Hopefulness to How Come You Never Go There?

Day 15 of the blog post a day in May and it is back to some sort of normality – with a touch of righteous indignation.

FOR much of the last few months, a large chunk of the journey from A-Z on my iPod has taken place in the gym which looms large on the opposite corner of the square from my flat.

And probably the biggest chunk of that took place building up my running from scratch on a treadmill, right until my right calf decided that was not such a good idea.

The osteopath agreed with my calf and eventually put a ban on me going near a treadmill, even to walk. Never mind the rather scary looking step machine next to it which was part of the plan to get my legs used to going up endless stairs before tackling the Inca Trail.

Not wanting to lose the groundwork put in to my fitness levels, we agreed on a compromise of hitting the exercise bike which provides just as good a workout (if not more, given the now customary stagger out of the saddle) while taxing a few different leg muscles to protect the calf.

The back is not quite so protected, judging by how difficult it is to get comfortable, while other parts of the body have also had their complaints about proximity with a saddle.

All this work in the gym is part of building that fitness, an added push to the weight loss and that added target of building up to the assault on the Inca Trail.

And having made the decision to forego the easy ride via train and bus to Machu Picchu in favour of the four-day Classic trek, it was slightly disconcerting to read an article about which could have huge repercussions for anyone looking to follow in the same footsteps.

Machu Picchu: Fury over plans for new multi-billion pound airport next to ancient Inca citadel

The Independent article jumped out of my Twitter feed, outlining plans to build an airport in the nearest major settlement to Machu Picchu and the fears of the damage it could cause to the great attraction, the Inca Trail and the whole civilisation around the surrounding Sacred Valley.

In 2017, Unesco warned it could add Machu Picchu to its list of endangered world heritage sites such was the strain 1.5 million visitors a year – double Unesco’s recommended figure – was having on the citadel and associated sites.

Peru has responded with limited daily permits on the trail, time slots and controls on visitors at the ruins, but an airport has the potential to go well beyond Unesco’s initial concerns.

Justin Francis, chief executive of Responsible Travel, told The Telegraph: “When we look back at what went wrong with tourism, this will be the story that sums it all up.”

Strong words but it is difficult to disagree with him and the thought that an airport appears some way on the wrong side of the very narrow line between the benefits and drawbacks of tourism.

It is easy to get angry at such an idea, pointing the finger at the Peruvian government and anyone who will benefit financially from the airport.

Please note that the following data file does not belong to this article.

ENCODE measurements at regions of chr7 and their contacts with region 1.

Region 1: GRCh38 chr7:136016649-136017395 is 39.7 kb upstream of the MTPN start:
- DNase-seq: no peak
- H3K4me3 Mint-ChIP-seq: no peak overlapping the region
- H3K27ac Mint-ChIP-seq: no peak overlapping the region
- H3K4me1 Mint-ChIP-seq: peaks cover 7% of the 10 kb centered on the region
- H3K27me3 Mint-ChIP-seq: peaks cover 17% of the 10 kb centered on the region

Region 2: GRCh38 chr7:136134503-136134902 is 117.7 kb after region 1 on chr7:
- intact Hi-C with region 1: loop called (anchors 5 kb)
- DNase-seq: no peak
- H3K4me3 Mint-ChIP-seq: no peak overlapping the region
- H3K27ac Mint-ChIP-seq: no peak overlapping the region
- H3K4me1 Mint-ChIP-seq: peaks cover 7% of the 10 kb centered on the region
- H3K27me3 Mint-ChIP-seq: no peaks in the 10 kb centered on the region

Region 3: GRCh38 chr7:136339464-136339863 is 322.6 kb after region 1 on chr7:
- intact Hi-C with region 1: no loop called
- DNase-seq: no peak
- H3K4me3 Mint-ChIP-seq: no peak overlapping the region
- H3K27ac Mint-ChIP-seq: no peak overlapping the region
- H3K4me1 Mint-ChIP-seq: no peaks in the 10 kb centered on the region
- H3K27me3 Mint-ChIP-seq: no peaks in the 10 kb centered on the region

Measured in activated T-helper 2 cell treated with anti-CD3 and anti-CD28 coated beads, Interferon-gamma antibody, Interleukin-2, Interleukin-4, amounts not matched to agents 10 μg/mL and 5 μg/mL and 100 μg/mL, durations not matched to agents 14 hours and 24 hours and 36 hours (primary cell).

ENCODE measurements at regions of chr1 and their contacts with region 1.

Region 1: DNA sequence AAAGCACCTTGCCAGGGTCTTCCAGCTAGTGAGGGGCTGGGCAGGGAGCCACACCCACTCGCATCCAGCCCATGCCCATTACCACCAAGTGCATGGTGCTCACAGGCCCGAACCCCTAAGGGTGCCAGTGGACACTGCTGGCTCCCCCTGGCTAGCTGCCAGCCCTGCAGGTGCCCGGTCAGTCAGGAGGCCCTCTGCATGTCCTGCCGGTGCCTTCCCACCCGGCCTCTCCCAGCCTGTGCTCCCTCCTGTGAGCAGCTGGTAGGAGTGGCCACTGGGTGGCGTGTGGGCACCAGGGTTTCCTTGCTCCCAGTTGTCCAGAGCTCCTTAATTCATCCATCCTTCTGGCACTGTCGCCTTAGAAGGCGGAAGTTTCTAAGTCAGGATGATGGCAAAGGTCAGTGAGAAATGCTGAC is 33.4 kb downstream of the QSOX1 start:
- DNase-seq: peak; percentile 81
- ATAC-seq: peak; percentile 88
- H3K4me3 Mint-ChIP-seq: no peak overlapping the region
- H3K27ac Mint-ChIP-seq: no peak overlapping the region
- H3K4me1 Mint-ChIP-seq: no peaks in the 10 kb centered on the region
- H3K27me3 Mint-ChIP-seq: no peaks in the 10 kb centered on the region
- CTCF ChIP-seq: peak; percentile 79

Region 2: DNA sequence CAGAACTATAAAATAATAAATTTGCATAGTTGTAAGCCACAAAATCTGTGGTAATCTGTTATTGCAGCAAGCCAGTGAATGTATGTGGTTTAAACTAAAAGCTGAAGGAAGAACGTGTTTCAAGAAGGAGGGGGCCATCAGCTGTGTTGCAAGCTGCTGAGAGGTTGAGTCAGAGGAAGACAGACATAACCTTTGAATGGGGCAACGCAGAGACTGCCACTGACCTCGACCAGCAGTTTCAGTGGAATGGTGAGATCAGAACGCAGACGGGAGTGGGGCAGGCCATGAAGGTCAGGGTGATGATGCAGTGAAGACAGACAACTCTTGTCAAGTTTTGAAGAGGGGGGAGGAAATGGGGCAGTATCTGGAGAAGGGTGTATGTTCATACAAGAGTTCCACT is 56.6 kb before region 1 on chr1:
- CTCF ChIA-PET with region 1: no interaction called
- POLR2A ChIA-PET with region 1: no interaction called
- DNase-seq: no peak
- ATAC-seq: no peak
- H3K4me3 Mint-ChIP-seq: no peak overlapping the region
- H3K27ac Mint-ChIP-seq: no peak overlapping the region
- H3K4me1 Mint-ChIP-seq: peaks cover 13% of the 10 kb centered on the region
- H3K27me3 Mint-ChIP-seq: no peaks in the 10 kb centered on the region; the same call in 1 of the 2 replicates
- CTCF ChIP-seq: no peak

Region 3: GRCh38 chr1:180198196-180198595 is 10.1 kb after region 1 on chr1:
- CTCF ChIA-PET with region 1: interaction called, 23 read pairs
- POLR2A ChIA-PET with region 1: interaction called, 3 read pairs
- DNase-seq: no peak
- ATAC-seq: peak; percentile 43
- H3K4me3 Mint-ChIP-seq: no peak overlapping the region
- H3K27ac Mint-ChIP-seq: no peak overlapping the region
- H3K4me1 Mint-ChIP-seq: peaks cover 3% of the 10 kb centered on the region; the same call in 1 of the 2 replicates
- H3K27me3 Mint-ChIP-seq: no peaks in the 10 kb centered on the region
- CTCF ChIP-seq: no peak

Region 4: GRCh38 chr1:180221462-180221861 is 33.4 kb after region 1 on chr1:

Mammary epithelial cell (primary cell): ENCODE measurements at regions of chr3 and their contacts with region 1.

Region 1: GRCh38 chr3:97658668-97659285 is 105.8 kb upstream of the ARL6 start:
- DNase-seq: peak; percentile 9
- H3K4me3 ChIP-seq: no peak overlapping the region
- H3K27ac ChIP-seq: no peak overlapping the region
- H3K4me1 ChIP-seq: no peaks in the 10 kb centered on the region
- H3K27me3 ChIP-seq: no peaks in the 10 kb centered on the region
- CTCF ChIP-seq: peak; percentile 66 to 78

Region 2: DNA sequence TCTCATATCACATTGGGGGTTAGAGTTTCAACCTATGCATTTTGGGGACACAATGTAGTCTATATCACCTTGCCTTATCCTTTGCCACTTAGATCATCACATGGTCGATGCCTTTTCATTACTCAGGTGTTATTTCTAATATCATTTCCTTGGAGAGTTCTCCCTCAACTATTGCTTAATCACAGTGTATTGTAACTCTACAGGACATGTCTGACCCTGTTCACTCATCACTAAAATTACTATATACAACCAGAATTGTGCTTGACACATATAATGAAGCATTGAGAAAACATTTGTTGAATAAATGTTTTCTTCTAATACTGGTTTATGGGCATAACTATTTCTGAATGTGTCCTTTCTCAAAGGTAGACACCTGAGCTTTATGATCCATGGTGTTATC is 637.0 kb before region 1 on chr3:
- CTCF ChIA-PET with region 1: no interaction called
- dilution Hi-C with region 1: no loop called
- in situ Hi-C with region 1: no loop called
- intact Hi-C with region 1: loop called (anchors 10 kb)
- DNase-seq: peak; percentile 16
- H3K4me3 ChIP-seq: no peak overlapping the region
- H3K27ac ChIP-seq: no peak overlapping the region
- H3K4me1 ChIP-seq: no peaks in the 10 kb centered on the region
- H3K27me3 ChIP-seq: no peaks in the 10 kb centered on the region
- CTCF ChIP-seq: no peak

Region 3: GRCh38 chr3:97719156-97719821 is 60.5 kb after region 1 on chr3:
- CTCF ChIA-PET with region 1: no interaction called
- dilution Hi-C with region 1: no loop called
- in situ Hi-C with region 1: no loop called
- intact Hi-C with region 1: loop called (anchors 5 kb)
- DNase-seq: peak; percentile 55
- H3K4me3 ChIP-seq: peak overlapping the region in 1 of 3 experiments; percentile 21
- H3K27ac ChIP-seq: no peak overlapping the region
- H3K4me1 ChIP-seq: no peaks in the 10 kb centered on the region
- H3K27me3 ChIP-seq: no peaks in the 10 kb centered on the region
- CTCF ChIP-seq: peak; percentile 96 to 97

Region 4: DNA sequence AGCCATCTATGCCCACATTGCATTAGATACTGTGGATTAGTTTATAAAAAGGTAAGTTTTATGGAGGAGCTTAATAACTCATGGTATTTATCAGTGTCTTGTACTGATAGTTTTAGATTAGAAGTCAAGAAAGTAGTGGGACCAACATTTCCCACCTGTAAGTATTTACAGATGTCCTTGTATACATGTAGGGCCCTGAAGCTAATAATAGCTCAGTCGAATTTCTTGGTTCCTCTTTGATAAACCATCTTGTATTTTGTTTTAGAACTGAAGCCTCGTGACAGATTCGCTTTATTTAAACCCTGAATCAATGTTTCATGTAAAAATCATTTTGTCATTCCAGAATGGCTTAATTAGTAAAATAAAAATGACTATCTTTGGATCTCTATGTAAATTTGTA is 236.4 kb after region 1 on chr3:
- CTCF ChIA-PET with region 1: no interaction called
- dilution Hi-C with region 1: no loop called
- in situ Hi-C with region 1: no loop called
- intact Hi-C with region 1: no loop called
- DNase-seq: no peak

But they have a valuable resource and how many governments and economies are far-sighted and secure enough to avoid exploiting such a lucrative opportunity? No matter the long-term impact.

And what about those of us who are helping to swell those tourism numbers? Are we not equally to blame for helping to create the need for the airport, no matter how much we can claim to be doing it properly?

This is an issue, rather like all environmental concerns, that we all have a stake in.

It falls on us travellers to look careful about where we are leaving our footsteps and how much of a lasting print they will have, just as it falls on the Peruvian government and surrounding communities to look beyond the short term and not milk the cash cow irreversibly dry.

And the global community has its share of the responsibility.

It may be over another border, but Machu Picchu is a global treasure – like so many, physically and culturally, threatened by rampant tourism – and we need to be working with whatever country is affected to help keep them as such.

Not just with aid, but providing help, understanding and an ability to build economic strength to look after itself and its people to avoid the need to take such steps.

We need these places, these cultures, this enrichment of life beyond what we know – far better than pulling down the shutters and trying to block the flow of ideas and influences across borders.

To quote Rudyard Kipling (well, Billy Bragg who used it in The Few): “What do they know of England, who only England know?”

And hey, if I can walk to Machu Picchu, do people really need to fly right to its front door?

Which is all rather more serious than was intended on a post designed to steer us through the 60 tracks from Courtney Barnett to Feist.

One of the annoyances of listening to the A-Z on the bike is a long song making it difficult to break down a session into bite-size tracks, as happened again with seven-plus minutes of The House Song by The Beta Band.

This stretch had two outings for Horsin’ Around from Prefab Sprout’s masterful Steve Macqueen album, a couple of versions of Hounds of Love (Kate Bush and The Futureheads’ cover) and two visits from The Be Good Tanyas (Horses and a House of the Rising Sun cover which had me drumming on the bike console).

Initially stumbled across The Be Good Tanyas via an iTunes freebie and investigated further to the point hearing them takes me back to a mosquito-infected early evening chilling with a few beers under the midnight sun on the banks of the Yukon at Dawson City, Canada.

The Hold Steady also popped up twice with Hostile, Mass and Hot Soft Light, which also brings back travel memories after making it on to the African playlist (largely due to seeing them in Bristol the week before the off).

There were also appearances for a couple of Hotel tracks – Hotel Yorba by The White Stripes and, controversially for some, Hotel Yorba by The White Stripes – while Let’s Eat Grandma still sound fresh as they popped up with Hot Pink.